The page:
January 24, 2018


I've been in contact with a middle school teacher in Kentucky since last fall.  Happily for me - and for her, as it turns out - she has been using La chica nueva in her classes, and just started using Los tres amigos.  She told me of her challenges getting her students involved with classwork and with the language, so she's been grateful for some stories to generate interest.  


Last week she emailed me the quickest note about the impressions some of her students had when they saw the cover of Los tres amigos.  Trying to create conversation just by getting their thoughts on the cover art, one student said simply, "Oh, you had me at the rainbow."


Sometimes it doesn't take much more than that.


Earlier today the same teacher emailed me to tell me of a connection another student had made to the book.  The student was asked to create her visual interpretation of the characters in the book.  No, the student didn't follow the directive (photo above).  However, the teacher wrote:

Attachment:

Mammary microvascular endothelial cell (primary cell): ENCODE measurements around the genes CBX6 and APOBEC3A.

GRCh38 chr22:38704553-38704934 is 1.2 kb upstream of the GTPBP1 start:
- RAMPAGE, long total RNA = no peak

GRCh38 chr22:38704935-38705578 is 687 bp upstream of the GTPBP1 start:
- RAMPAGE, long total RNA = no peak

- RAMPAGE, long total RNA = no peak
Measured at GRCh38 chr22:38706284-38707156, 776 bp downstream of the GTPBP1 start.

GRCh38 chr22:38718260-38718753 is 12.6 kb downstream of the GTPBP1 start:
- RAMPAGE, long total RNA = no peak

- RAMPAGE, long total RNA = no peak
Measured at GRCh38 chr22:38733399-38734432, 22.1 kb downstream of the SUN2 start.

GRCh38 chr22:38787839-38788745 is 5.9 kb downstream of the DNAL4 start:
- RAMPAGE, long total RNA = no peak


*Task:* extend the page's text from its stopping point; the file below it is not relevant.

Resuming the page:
"Instead of just sitting around, she created this piece of art and wrote this quotation in Spanish.


I appreciate that she used the time productively. I am relieved though because even if she not been drawing, she would have been reading the novel. I'll take it."


I'll take it, too.  I love hearing the anecdotes from teachers and their students - not just because they are reminders as to why I tell stories, but because of the connections; between the teachers/students and the books, and more importantly, between humans.  Including me.  Keep 'em coming!


And to the students in Kentucky: thank you!  You guys rock! :-)



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